Friday July 11, 2008
Don’t let the tap run dry
Why Not?:By WONG SAI WAN
Cutting costs has always been the magic cure resorted to every time there is a threat of recession but cutting the flow of money completely may not be a good idea.
MY late father was a civil servant for over 30 years and continued to work for a quasi-government organisation even after he retired.
One of my most deep-seated memories of him was how he never wasted any paper, pins, paperclips or anything that was from the office.
I can remember how he used to write on every available space on a piece of paper, made sure used pins were reused and limited himself to only a box of paperclips for months.
He was a superintendent of a welfare home at the height of the recession in the 1970s. He even made handwritten posters and put them everywhere to remind everyone to switch off lights and fans when not in the office.
Even at home, my family followed suit and tightened our belts. We started growing vegetables in the huge compound of our government quarters and my dad never changed his old Ford Cortina until he retired.
Other civil servants repeated what my father did during the past few recessions. More than 30 years later, we are doing it again.
The rising fuel and energy prices have forced Federal and State Governments to carry out similar cost cutting exercises.
There are more things to cut now compared to the days when my father was a civil servant what with the size of the government right now and the usage of computers and air-conditioners.
As for myself, the son has become the first victim of the cost cutting measures at home. He recently got his driving licence and I kind of promised him a car next year if he gets into college.
The half-hearted promise (it was meant to be a bribe) was to spur him to do better in his SPM exams.
After hearing about the massive increase in fuel prices, I broke the bad news to him - “Remember the car I promised? Forget it!”
He was, of course, not pleased – that was until he had to fill diesel into my monster truck. He came back complaining about the cost and stopped grumbling about the loss of the car he was never going to get.
On weekends, like most middle class families, we used to go to a nearby mall to enjoy the “free air-cond” but all that has stopped as well because somehow or another we would end up buying something unnecessary during such visits.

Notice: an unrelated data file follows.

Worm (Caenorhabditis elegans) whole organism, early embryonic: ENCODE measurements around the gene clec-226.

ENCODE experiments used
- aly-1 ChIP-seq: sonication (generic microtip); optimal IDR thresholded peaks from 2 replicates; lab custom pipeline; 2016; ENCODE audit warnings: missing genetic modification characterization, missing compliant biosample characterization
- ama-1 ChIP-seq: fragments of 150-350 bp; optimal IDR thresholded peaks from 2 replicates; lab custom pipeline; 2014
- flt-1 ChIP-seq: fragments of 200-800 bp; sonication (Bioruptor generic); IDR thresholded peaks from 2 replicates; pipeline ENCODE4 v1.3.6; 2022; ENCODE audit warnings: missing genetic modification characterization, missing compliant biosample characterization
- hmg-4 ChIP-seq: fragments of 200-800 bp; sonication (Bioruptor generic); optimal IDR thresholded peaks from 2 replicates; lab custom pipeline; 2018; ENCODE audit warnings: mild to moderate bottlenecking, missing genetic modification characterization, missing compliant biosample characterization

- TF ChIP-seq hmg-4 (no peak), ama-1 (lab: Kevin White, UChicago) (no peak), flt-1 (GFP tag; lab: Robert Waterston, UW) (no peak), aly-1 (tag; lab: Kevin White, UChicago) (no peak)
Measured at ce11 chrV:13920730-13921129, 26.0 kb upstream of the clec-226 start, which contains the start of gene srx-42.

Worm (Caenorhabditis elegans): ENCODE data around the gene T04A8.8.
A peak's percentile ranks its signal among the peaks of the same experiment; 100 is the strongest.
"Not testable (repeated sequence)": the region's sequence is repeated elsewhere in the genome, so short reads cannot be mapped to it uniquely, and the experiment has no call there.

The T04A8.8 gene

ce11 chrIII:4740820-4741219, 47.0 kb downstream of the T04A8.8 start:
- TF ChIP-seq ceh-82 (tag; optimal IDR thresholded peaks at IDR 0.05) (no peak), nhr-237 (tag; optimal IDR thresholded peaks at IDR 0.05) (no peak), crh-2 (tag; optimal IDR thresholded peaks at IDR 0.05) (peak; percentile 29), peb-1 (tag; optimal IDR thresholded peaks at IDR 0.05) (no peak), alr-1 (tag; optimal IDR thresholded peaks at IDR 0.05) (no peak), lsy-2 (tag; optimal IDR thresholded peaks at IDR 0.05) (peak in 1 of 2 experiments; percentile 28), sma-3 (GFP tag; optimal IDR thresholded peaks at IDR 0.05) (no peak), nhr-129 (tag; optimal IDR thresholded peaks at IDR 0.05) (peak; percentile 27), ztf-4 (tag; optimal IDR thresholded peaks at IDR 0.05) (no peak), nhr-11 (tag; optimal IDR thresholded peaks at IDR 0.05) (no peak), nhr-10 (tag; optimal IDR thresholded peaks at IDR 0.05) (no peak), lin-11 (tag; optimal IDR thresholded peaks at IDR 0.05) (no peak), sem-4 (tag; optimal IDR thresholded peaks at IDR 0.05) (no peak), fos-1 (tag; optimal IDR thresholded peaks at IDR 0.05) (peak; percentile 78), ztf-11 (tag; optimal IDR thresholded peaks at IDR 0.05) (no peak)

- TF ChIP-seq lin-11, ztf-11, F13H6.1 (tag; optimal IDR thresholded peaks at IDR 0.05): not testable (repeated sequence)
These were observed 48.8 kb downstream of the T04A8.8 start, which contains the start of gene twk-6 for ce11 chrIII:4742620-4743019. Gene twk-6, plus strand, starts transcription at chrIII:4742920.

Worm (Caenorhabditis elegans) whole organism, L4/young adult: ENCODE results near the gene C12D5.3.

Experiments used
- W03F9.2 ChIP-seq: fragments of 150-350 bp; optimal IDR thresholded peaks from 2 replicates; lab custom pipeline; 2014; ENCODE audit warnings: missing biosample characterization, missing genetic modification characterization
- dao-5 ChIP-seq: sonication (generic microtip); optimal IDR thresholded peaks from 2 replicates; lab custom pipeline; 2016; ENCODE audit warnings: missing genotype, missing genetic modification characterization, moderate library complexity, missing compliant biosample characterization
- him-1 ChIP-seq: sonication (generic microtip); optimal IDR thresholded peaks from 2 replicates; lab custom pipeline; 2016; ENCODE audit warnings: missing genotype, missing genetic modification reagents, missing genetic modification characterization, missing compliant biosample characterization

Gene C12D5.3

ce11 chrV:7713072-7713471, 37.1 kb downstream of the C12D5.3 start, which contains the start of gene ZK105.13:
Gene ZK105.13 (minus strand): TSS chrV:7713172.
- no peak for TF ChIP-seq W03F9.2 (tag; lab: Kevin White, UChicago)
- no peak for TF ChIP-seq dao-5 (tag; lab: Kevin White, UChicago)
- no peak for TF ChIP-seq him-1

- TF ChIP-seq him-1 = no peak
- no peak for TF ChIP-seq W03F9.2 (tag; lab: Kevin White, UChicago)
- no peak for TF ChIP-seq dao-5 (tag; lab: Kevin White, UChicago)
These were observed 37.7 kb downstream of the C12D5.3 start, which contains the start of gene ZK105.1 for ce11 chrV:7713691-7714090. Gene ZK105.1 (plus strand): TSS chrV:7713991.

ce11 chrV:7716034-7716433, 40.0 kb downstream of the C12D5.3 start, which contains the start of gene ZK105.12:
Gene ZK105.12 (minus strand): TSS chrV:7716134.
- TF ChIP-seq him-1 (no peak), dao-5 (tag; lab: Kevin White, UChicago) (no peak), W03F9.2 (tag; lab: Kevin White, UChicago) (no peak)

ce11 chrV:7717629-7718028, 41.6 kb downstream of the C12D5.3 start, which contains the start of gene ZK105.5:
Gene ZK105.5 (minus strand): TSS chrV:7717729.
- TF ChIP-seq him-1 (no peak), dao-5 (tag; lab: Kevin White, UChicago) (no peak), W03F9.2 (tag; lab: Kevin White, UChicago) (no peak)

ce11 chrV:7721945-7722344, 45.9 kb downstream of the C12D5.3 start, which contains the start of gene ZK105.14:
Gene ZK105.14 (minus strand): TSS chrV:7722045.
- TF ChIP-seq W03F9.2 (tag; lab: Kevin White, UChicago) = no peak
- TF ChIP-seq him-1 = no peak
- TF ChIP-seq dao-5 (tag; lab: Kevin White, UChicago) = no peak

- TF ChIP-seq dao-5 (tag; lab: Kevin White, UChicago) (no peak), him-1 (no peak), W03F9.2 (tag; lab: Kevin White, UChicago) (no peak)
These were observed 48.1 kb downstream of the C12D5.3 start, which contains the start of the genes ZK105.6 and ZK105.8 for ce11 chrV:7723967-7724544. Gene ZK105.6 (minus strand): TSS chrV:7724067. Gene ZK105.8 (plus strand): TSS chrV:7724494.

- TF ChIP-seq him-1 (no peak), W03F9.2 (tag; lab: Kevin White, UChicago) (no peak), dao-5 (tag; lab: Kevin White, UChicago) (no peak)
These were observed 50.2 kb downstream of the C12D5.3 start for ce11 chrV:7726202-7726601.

In order not to be tempted we do not go to the malls. Even the launch of last week’s Malaysia Mega Sale did not tempt us into buying anything.
The boy and I ended up playing two hours of pool and spending less than RM15.
Over the past few days I caught up with my friends in the retail business and they are suffering from low sales.
One of them complained that if people like me, with a decent income, were not spending then this year’s sales would be a flop and her bosses would not meet their targets.
“We are already expecting the worse. If we do not get good sales for the end of the year then we are looking at not only cost cutting but also job cuts,” this friend explained.
I also told her about my decision not to buy the car for my son and she just rolled her eyes and said:
“That means one less sale for a car salesman somewhere. If you are anything to go by, the car sales will drop again. People from the car industry will also have less money to spend and this means less sales for our store. It is a vicious cycle!” she exclaimed.
This friend is not the only one saying this. The Tourism Minister, Datuk Seri Azalina Othman Said seems to agree when she said her ministry would propose to the Cabinet to review a ruling to reduce government events at hotels.
According to her, the Malaysian Association of Hotels reported losses of some RM100mil after 85% of bookings by government departments and government-linked agencies were cancelled over the past two months.
“Although the move by the government was necessary to reduce expenses, we hope a compromise can be reached as the hotel industry has been badly hit.
“Even the suppliers and those involved in up and down stream industries have been hit by the move,” she said.
A Treasury circular had earlier directed departments and agencies to reduce the number of events at hotels but the ruling resulted in immediate cancellations of bookings.
It seems that the hotel industry will lose up to RM100mil this year because of the cancellations and the industry employs about 500,000 people. I suspect quite a number of these people may lose their jobs if this trend continues.
All these had me thinking. Cutting off spending is not a solution to our present crisis. I am not advocating pump priming by any measure but the government (federal and state) should actually make target spending instead.
They should find which sectors in the country that will create the most spin off in terms of spending by those who get the money.
This multiplier effect will ensure that the money keeps flowing in the system.
Strangulating the economy of money will only bring everything to a halt and this will only cause more hardship.
Cost cutting measures does work and improve productivity but this must also go hand in hand with rewarding staff to enable the increased of savings.
So why not spend a bit more money and keep the cogwheels moving?
However, this does not mean the son is going to get his car but instead of an outright no, my answer has now become maybe.
Full here : Don’t let the tap run dry Malaysia Star,